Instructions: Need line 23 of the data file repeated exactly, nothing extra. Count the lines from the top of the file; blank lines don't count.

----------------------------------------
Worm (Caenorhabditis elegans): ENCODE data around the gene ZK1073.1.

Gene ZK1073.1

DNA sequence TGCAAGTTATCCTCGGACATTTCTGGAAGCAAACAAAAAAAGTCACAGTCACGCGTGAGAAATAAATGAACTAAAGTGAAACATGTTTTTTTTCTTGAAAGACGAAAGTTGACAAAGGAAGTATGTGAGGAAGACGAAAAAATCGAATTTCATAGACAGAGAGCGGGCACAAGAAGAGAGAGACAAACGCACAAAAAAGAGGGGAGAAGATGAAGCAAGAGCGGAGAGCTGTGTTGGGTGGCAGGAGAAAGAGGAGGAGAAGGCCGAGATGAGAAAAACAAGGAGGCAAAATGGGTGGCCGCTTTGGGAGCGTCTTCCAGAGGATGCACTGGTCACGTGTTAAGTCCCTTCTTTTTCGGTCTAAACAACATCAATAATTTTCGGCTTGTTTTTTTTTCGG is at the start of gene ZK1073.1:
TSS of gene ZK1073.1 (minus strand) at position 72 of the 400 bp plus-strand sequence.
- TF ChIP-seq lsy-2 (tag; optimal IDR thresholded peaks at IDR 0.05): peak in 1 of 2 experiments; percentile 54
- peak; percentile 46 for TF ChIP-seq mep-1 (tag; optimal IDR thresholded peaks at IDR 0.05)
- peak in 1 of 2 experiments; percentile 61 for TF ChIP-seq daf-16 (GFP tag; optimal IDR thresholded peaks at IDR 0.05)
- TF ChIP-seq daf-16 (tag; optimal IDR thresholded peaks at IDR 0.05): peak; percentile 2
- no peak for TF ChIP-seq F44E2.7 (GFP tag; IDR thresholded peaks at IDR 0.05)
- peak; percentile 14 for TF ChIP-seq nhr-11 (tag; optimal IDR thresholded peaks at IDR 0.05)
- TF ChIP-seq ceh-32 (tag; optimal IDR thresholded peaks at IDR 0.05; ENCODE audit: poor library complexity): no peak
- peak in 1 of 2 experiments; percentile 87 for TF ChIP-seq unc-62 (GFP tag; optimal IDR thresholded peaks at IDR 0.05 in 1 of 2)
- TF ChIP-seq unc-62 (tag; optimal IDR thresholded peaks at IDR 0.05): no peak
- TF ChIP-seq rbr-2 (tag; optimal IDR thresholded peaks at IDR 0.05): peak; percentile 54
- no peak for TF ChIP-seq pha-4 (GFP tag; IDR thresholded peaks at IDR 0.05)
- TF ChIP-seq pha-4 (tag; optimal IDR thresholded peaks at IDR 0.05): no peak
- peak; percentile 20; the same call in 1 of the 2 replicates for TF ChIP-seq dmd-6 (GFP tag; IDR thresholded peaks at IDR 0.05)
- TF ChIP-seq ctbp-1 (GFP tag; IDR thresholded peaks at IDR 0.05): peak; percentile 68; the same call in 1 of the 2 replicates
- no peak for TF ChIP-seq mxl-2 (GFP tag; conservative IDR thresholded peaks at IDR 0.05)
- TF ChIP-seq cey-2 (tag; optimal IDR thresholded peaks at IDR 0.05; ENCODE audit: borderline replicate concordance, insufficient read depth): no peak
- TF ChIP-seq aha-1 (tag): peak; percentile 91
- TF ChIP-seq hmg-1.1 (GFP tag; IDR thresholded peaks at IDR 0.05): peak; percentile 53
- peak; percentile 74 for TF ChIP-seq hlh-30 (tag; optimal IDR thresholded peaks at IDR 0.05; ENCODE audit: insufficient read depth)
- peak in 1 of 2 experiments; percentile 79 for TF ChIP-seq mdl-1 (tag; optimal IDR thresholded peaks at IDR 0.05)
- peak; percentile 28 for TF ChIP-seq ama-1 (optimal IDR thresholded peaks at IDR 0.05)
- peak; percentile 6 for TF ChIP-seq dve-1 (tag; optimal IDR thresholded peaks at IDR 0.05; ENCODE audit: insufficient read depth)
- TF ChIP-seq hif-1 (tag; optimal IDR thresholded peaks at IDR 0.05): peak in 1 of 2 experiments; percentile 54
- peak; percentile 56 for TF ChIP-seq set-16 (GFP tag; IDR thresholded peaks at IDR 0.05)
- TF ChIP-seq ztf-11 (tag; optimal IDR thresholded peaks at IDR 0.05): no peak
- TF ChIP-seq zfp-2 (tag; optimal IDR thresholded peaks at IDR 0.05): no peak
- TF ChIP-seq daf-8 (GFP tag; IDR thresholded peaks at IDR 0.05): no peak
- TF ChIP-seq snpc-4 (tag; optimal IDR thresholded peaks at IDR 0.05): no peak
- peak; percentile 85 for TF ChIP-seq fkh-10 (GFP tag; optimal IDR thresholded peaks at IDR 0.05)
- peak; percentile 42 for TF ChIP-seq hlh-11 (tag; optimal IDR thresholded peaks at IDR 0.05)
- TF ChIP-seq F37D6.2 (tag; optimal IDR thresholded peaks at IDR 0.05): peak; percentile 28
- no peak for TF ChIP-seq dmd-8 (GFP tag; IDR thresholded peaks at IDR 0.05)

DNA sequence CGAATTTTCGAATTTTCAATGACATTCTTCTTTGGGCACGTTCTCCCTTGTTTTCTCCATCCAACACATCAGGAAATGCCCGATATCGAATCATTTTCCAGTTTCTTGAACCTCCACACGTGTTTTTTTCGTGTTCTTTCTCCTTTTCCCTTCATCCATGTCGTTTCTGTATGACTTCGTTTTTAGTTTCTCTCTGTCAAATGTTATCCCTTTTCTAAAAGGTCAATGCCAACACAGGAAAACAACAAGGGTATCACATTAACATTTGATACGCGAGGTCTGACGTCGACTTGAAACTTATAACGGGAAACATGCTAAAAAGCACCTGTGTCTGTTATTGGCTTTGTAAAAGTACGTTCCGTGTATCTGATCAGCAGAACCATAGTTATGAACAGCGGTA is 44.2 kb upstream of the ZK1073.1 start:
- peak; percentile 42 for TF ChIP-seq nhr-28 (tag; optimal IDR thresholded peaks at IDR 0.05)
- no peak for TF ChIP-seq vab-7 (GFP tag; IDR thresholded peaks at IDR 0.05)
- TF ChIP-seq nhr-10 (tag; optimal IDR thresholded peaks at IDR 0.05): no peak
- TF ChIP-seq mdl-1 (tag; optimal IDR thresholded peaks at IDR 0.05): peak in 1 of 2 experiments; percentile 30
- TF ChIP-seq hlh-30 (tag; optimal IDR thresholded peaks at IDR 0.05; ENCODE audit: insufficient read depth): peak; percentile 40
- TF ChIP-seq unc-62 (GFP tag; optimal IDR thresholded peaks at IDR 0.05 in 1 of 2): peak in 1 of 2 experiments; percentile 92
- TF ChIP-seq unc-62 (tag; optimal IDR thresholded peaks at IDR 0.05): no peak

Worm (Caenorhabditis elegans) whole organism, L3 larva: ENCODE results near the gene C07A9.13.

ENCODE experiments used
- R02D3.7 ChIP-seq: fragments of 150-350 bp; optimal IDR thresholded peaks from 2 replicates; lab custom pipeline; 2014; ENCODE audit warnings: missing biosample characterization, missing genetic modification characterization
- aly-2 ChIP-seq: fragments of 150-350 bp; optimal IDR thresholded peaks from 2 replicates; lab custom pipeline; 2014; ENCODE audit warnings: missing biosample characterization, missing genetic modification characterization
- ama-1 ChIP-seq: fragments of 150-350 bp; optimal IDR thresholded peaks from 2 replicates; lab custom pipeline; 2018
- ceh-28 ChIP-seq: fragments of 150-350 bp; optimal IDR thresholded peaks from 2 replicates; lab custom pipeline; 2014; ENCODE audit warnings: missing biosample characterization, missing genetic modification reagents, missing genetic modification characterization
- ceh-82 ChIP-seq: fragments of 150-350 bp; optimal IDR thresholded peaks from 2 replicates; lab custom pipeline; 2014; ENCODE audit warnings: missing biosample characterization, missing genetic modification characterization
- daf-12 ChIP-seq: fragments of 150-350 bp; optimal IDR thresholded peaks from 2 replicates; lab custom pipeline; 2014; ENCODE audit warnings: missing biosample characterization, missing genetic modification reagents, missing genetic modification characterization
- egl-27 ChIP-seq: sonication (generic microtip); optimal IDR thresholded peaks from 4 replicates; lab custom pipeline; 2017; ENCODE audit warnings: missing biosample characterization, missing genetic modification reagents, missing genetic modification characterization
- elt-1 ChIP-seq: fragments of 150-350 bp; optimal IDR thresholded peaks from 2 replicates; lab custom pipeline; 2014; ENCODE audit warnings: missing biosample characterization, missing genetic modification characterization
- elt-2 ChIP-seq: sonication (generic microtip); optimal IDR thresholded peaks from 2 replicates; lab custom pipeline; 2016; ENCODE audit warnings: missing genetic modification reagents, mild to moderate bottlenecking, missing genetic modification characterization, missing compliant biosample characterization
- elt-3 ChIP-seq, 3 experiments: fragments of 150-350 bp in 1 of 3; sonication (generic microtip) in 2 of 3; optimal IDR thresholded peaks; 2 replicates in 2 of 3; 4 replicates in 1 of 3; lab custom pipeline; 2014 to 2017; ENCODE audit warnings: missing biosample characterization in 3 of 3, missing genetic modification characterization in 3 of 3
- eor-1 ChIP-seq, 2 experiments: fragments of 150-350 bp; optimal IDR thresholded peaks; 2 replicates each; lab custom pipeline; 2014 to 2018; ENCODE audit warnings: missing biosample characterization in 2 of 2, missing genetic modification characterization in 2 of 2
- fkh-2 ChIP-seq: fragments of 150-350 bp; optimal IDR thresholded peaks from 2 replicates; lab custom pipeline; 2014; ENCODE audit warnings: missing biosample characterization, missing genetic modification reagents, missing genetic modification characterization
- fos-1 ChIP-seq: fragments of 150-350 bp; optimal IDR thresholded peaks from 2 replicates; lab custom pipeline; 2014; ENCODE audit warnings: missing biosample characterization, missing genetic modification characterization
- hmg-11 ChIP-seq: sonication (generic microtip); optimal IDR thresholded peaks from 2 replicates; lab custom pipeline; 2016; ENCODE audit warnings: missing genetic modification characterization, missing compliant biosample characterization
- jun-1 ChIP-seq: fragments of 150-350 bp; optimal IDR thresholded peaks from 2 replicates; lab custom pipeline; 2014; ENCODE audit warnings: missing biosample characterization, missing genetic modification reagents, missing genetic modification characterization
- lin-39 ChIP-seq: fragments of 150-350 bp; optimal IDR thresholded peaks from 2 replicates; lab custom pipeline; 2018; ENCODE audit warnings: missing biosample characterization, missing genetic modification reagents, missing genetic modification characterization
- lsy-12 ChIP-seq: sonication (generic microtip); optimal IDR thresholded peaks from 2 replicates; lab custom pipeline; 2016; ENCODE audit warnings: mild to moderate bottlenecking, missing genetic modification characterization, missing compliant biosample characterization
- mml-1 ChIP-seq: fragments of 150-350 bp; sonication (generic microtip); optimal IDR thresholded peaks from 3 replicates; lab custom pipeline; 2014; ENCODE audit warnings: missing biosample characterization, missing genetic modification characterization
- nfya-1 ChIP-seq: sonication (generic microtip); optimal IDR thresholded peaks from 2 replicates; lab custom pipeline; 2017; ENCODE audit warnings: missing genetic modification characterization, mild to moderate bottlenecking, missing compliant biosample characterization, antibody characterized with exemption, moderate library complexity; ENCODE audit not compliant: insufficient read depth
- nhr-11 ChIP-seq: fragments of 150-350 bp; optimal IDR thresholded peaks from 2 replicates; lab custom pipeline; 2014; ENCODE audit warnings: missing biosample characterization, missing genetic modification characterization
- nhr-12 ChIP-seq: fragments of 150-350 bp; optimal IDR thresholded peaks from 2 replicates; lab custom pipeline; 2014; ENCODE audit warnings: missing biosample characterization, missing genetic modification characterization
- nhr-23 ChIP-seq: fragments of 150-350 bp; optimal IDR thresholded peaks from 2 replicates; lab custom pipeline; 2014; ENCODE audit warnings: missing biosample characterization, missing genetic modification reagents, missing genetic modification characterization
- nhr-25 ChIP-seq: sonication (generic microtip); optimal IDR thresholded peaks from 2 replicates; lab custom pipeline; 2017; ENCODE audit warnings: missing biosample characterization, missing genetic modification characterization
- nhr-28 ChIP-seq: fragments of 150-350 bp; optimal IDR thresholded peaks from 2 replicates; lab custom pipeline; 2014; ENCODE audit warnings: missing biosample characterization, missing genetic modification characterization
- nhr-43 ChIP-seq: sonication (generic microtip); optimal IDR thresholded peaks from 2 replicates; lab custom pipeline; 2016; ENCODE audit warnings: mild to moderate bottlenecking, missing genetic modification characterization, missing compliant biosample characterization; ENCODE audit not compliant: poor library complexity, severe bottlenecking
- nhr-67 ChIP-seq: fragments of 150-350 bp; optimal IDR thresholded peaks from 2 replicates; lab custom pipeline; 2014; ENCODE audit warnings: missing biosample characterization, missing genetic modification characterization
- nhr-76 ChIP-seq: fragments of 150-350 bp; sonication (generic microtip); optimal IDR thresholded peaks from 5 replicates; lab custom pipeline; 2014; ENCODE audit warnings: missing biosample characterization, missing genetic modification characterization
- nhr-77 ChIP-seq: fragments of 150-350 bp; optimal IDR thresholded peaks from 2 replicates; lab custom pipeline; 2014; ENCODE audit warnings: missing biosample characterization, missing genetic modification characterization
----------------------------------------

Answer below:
- peak; percentile 74 for TF ChIP-seq hlh-30 (tag; optimal IDR thresholded peaks at IDR 0.05; ENCODE audit: insufficient read depth)